On one of my many trips to Seattle, I began contract work with the University of Washington, and decided to start a new aquarium in my hotel room. For $2.99, found an 8″ cubical vase with thin, fairly even side, and stocked it with plants and mud from the U of W lakeside grounds and in ditches around Koll Business Park.
RICH FAUNA OF SURFACE FILM:
Anyone who has been around marshes knows that oily films on the surface are very common, and result not from pollution, but from substances released from decaying organic matter. Examining these quickly shows that they are a rich and possibly poorly explored environment.
The tiny hotel desk aquarium is doing well, but has developed a film of this type as the leaves, organic debris, and mud stirred up during collection undergo natural processes of degradation; the film can be best appreciated by comparing it to the clear avenue in this image (see image where you can see a clear avenue in the film):
Passing a slide through this film brought up a layer of mucky brown substance:Yet the microscope revealed an area of almost unbelievable richness of bacteria, flora and fauna, as shown in the two videos, one of the film of degenerating plant material, and one of the water between islands of decaying fibers. Resolution is not perfect, but best I can manage in the field, and you are looking through a fair anount of guck on many of the levels. I count long strands of acinetobacter, gliding algae, cyanobacteria, ciliates, sessile algae, a rotifer, a small water flea (not shown), Synura or a similar species, several Vorticella, and many flagellates, a few of which I think are euglenoids:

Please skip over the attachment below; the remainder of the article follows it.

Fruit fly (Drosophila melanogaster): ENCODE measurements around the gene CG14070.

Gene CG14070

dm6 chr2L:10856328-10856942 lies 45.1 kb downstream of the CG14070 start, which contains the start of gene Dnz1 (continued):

Many questions come up regarding the function of these surface films and their role in the marsh in terms of gas exchange, absorption of sunlight, breakdown and recycling of organic material, possibly aided by solar energy, etc, etc. Fascinating – like having a webcam into a stretch of Amazon rain forest!